Originally created 04/21/00

Braves sweep Phillies



ATLANTA -- The polite thing would be to say the Philadelphia Phillies just weren't on their game against the Braves.

But that wouldn't cut to the heart of the matter, which is the Phils need to strengthen their pitching, especially the bullpen, if they hope to challenge the Braves in the National League East.

All that was evident Thursday night as the Braves took advantage of two more hapless relievers and rode Andres Galarraga's big bat to a 6-4 win and a sweep of the three-game series before a delighted crowd of 31,451 at Turner Field.

Galarraga, who had not homered since opening the season with four home runs in his first six games, went deep twice and finished with four RBI, boosting his club-leading total to 17.

"The ball was really jumping," said Galarraga, whose second-inning homer traveled 422 feet. He followed with a foul-pole banger in the seventh, good for three more runs. "The last one I hit, I was just hoping it would stay fair."

The win went to Kevin Millwood, his first after three no-decisions, and gave him six wins in seven career tries against the Phillies. Mike Remlinger didn't get the save, that went to John Rocker for pitching a scoreless ninth, but he deserved more than a pat on the back for slamming the door on the Phillies in the eighth.

"Remlinger is the guy who needs to get a little more publicity," manager Bobby Cox said. "He's been awesome for two years. He saved our bacon, Galarraga too."

This was the economical Millwood, not the Linda Ronstadt version (Blue Bayou), though he did have two strikeouts. Just a straight-ahead, no-frills approach that kept the Phils lifting balls to waiting outfielders.

Millwood, who threw a staff-high 24 home-run pitches last year, was hurt by the long ball three times. Scott Rolen, limited to only one single in the first two games, homered over the left-field wall in the fourth, then Chris Brock became the first Phillies pitcher since Jeff Juden in 1995 to go deep, hitting a 1 and 2 pitch that tied the score at 2 in the fifth.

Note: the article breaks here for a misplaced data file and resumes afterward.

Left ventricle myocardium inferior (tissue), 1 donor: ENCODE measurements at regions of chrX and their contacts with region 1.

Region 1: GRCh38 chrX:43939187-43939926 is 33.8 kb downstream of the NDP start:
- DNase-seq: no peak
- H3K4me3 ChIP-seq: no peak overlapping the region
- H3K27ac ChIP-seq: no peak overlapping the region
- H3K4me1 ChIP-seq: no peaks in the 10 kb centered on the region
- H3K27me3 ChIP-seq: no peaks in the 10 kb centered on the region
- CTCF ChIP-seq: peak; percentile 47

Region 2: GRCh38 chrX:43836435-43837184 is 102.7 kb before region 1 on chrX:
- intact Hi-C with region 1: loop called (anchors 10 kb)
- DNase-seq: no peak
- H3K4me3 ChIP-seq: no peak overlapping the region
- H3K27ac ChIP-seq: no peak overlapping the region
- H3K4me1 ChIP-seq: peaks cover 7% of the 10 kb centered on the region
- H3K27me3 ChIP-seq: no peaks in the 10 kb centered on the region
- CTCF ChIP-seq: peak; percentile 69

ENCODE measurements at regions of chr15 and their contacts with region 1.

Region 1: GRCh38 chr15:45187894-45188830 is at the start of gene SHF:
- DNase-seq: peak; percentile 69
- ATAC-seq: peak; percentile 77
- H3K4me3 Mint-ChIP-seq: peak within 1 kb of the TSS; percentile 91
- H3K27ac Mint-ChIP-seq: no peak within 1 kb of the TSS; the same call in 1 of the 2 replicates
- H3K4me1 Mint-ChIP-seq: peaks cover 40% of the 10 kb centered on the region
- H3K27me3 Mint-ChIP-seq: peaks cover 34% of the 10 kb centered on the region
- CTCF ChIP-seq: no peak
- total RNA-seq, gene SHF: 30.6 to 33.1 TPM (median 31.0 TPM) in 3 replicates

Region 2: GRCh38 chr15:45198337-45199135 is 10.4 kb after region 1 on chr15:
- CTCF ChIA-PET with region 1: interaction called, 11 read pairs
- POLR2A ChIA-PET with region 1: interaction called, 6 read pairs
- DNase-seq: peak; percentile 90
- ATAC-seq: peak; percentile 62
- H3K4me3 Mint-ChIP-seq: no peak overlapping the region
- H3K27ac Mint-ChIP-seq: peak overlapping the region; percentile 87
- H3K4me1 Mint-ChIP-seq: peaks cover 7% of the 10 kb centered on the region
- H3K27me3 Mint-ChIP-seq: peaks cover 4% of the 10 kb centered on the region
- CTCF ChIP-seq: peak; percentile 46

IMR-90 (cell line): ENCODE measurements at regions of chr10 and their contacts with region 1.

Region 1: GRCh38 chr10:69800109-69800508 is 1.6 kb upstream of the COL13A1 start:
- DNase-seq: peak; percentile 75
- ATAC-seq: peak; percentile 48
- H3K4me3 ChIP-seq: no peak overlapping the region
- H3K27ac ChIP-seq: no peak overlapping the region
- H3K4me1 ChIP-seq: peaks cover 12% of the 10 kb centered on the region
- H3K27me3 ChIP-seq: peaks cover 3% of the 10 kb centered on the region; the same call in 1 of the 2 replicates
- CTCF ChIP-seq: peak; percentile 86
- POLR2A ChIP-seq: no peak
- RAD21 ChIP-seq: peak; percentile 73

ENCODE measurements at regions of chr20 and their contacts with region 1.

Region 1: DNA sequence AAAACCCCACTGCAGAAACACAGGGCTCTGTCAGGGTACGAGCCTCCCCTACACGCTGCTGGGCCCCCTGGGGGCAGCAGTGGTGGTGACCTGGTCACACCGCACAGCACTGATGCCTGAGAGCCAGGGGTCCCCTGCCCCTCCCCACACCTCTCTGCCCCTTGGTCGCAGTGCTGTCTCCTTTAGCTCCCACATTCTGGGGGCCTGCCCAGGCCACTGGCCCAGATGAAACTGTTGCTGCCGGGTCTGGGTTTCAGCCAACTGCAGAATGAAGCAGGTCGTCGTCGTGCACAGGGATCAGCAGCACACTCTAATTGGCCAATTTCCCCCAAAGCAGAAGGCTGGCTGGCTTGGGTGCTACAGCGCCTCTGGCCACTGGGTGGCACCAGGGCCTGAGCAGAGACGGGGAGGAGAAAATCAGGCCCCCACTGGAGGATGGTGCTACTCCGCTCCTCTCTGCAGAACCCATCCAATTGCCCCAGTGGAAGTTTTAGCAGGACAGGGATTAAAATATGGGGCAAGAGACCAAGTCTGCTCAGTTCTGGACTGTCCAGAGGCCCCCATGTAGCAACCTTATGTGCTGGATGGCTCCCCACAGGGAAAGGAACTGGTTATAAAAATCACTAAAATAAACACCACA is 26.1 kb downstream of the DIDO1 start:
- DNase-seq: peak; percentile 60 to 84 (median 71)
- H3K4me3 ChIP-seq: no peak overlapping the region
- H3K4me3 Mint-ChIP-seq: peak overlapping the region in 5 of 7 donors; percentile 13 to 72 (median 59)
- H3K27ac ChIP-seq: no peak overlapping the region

"I hate giving up home runs," said Millwood, who allowed the Phillies only seven hits and walked three batters. "I'll probably continue giving up homers; let's just hope they're all solo."

Galarraga homered to start the Braves' two-run second, his first home run since April 10, ending an alarming personal streak of eight straight singles. Like Randy Wolf 24 hours earlier, Chris Brock was punished for his wildness, Rafael Furcal following walks to Javy Lopez and Reggie Sanders with an infield hit to make it 2-0.

Brock, who made his major league debut with the Braves back in 1997, was constantly in trouble but survived five hits and four walks and departed after six without figuring in the decision.

The Braves, who seemed to have snapped from their first-month funk with 12 hits and 10 runs Wednesday night, were right back in the brittle-bat mode. They stranded Andruw Jones on second base in the first, left runners on the corners in the second, then failed to drive in runners in scoring position in the third and fifth.

In the seventh, Furcal, making his sixth start at shortstop, walked and Jones smashed a grounder off reliever Scott Aldred's glove, the ball trickling into shallow left. Chipper Jones followed with a sacrifice fly to score the tie-breaking run, then Jordan singled and Galarraga banged his sixth homer off the left-field foul pole against reliever Carlos Reyes to make it 6-2.

"It's good to see (Galarraga) back in the first place," Millwood said. "Seeing him as productive as he's been is a big plus for us."

Millwood was at his best in the sixth inning, when he faced Rolen with runners on first and second and no outs and coaxed a fly ball from him, then induced Rico Brogna to tap into a pitcher-to-shortstop-to-first double play.

Then in the seventh, after Mickey Morandini singled and Alex Arias walked, Millwood retired pinch hitter Kevin Sefcik and Doug Glanville on flies to Brian Jordan to keep the score tied.

Millwood came back out for the eighth, but he shouldn't have. A walk to Rob Ducey and Bobby Abreu's homer over the left-field wall made the game closer than it should have been.

"I don't think I pitched very smart tonight," Millwood said. "I didn't mix in enough breaking balls. I was pumping fastball after fastball, and you just can't do that."

Reach Bill Zack at bzack30143@aol.com.